Sport has a rich history in Africa, ranging from chariot racing in ancient Egypt to Bambara wrestling in Mali, to the pirogue-racing contests of the Great Lakes. Modern South Africa is no different. Rugby, cricket and football have all developed passionate followings in the country, which in turn has fostered immense commercial opportunities. This is perhaps best exemplified by the fervour that greeted the country’s hosting of the 2010 FIFA Football World Cup, the first time the tournament has been held on the continent.

However, the huge investments and disappointing returns from the 2010 World Cup have provoked extensive debate as to the potential of capital-intensive sports tourism in the country, particularly given the pressing demands for public spending and urban planning. This has been highlighted by the protracted discussions of logistics for the 2013 Africa Cup of Nations.

WAKA WAKA METRICS: For events like the 2010 World Cup, one of the few quantifiable methods for gauging the ability of sporting events to boost the economy is foreign tourism arrivals – particularly whether the investments in promotion and infrastructure translate to a statistically significant jump in visitors.

According to figures from South Africa Tourism (SAT), the country saw a 15% increase in arrivals in the year leading up to 2010. While in 2011, despite a worldwide slowdown in international travel, the country achieved a further increase of around 3.3%. While it is difficult to measure precisely how much of that can be attributed to the event itself, according to the results of a survey by the National Department of Tourism (NDT) and SAT on the impact of the World Cup, total awareness of South Africa as a leisure destination increased by 9% following the World Cup.

TWO SIDES: Proponents of the tournament point to the fact that a large proportion of related infrastructure spend was desperately needed independent of the tournament, and that the legacy of the World Cup can be seen in the improved transport infrastructure and reduced circulation times in major urban areas.

However, critics have countered that the majority of the transportation projects were passenger-centric, coming at the expense of critically needed upgrades in freight logistics capacity that would have offered a far greater multiplier effect. Even more prominent have been the accusations of the tournament infrastructure falling victim to “white elephant” syndrome, with expensive new facilities underutilised following the tournament. New and expanded airports are still operating far under capacity, while the hotels built in advance of the tournament have subsequently struggled to cope with low occupancy levels.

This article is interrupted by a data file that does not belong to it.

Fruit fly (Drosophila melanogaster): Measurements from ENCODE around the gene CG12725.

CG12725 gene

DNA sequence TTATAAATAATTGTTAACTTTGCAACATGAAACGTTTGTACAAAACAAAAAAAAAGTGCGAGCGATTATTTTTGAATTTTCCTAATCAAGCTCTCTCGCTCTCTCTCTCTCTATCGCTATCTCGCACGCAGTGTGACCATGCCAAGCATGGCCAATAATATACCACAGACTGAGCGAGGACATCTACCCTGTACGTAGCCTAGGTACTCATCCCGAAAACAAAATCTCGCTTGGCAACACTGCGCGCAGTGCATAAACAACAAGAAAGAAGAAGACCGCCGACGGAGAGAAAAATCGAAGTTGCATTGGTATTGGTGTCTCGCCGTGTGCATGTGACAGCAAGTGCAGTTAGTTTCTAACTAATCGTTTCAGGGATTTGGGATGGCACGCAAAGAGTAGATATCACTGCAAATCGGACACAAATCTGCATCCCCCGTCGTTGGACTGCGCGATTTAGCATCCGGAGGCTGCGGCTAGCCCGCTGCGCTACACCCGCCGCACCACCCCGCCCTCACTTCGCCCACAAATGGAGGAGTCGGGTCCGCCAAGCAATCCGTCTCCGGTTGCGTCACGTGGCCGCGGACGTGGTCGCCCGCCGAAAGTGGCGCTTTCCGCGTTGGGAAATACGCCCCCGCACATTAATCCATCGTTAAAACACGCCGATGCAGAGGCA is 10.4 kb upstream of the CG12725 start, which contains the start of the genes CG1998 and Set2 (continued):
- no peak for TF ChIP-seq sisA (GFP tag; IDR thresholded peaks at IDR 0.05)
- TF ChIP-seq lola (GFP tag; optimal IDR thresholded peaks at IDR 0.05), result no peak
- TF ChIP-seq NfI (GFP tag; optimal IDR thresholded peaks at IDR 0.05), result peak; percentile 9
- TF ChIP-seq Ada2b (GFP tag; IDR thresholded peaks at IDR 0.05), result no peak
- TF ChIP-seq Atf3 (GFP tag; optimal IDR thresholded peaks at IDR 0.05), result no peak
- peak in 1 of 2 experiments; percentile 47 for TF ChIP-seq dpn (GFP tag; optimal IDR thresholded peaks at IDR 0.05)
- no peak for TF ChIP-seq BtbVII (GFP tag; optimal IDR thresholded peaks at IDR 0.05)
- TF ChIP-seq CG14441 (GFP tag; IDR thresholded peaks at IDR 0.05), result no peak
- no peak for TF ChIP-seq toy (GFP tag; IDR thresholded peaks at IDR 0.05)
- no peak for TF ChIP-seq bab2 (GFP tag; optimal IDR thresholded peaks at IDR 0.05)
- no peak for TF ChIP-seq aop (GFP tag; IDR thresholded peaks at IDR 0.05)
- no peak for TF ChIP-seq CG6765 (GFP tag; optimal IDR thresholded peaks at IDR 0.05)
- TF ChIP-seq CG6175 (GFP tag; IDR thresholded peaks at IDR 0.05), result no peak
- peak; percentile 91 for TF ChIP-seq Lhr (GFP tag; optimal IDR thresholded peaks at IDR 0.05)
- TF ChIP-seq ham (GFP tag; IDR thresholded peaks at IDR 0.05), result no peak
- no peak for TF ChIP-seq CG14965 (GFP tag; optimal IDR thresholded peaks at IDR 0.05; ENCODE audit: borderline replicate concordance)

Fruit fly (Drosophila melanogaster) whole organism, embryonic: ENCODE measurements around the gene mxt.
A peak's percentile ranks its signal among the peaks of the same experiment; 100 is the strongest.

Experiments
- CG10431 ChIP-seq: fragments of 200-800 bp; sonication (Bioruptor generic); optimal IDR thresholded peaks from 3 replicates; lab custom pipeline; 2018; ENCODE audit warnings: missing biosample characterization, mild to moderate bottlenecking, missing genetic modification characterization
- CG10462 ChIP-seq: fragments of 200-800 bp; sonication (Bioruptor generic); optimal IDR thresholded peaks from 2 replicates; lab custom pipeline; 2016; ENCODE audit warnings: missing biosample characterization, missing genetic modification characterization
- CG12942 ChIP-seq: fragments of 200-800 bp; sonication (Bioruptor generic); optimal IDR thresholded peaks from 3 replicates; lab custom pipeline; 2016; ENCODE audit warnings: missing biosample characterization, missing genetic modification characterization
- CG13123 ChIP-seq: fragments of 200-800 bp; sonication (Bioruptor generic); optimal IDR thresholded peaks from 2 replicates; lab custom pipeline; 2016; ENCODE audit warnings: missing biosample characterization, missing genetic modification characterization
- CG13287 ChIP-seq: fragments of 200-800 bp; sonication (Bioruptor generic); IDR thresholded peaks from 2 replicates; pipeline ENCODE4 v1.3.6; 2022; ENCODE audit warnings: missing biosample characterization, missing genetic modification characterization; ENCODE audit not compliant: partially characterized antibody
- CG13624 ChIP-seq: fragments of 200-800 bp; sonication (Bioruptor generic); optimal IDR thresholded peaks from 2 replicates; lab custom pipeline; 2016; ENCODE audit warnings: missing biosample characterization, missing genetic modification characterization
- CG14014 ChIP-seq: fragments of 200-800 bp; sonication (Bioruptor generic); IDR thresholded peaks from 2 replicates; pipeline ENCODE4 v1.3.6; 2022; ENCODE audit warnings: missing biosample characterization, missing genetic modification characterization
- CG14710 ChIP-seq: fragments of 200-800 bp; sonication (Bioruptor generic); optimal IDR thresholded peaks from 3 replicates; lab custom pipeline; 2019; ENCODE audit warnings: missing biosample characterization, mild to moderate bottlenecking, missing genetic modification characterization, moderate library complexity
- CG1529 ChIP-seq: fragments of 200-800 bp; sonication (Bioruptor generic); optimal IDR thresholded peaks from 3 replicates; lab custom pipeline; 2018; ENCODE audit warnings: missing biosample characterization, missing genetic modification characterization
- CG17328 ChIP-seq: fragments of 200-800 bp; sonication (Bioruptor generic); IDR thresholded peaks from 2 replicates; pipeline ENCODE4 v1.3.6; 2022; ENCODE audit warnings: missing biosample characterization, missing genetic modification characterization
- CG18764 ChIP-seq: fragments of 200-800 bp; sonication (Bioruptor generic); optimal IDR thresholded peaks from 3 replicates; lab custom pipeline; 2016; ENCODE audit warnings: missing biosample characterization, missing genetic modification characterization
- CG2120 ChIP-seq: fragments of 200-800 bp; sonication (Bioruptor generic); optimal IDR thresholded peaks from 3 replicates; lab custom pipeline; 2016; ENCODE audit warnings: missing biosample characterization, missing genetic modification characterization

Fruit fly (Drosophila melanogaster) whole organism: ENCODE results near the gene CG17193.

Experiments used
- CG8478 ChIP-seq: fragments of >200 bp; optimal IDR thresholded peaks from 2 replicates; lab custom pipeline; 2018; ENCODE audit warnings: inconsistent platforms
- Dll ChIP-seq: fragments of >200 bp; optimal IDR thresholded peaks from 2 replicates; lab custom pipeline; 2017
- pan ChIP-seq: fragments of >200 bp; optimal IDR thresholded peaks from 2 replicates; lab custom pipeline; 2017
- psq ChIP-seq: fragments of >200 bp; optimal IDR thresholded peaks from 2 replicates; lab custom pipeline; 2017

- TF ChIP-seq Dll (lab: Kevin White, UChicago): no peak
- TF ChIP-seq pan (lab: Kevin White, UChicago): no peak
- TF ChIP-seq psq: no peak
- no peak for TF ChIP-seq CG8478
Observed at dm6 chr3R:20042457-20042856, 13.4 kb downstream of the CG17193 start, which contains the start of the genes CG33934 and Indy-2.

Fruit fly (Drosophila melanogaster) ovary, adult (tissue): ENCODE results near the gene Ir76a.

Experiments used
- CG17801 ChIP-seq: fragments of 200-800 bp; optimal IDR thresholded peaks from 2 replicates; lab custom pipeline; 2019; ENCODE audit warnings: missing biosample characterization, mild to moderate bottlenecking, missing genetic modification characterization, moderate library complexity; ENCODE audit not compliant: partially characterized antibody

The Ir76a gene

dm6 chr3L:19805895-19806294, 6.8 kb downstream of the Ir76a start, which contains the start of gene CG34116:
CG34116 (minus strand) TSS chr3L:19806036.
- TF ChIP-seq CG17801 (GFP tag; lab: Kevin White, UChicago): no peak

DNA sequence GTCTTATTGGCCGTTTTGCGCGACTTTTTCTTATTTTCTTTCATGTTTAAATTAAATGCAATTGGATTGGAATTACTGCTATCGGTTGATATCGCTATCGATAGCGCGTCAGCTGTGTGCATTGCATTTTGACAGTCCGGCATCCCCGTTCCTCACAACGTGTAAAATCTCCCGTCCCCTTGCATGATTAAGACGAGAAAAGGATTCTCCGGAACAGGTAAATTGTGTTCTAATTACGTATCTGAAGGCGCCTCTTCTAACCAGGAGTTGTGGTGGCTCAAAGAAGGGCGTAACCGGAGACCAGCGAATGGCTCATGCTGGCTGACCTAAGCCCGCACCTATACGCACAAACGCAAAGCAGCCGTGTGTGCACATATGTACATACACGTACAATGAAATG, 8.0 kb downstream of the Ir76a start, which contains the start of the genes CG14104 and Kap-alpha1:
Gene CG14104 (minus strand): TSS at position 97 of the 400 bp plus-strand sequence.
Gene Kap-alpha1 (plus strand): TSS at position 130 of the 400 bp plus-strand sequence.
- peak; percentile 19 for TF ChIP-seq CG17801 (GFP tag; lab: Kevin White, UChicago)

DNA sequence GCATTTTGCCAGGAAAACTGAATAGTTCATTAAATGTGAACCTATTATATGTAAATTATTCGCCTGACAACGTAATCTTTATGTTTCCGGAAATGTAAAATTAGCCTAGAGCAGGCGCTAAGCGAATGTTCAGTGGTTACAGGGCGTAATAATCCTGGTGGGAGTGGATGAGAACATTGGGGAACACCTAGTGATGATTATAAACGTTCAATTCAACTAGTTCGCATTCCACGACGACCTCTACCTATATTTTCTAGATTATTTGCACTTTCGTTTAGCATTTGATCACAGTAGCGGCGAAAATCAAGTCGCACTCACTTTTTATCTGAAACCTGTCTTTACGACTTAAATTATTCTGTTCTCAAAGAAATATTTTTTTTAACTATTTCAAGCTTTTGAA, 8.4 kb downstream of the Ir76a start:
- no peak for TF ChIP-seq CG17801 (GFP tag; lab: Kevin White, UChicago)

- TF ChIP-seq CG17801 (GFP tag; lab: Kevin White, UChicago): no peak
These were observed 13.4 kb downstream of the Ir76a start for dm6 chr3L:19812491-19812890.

CAN DO BETTER: The two sides will have the opportunity to hone their arguments over the benefits and drawbacks of sports tourism and tournament hosting yet again in 2013. In the second half of 2011, the Confederation of African Football (CAF) announced that due to civil unrest in the scheduled host nation of Libya, South Africa had been selected as a substitute host for the 2013 Africa Cup of Nations (CAN). The announcement served as a testament to the country’s readiness to host major sporting events at short notice, bringing along the concomitant benefits of filling stadia, boosting arrival numbers and stimulating further tourism revenues during the month-long tournament.

WEIGHING THE ADVANTAGES: However, concerns over the cost-benefit ratio following the unexpectedly modest performance of the 2010 World Cup have once again come to the fore. South Africa’s sports and recreation minister, Fikele Mbalula, has assured the public that the government would work to make sure that CAN has concrete benefits for the country.

While exact costs have yet to be announced, the central government has also sought to reassure potential host cities that it would help them bear the costs, setting up a joint task team with a mandate to reduce the financial burden – and, hopefully, generate profits. However, for such events to be hosted on a regular basis, the country must approach necessary infrastructure expansions in a more targeted and focused manner.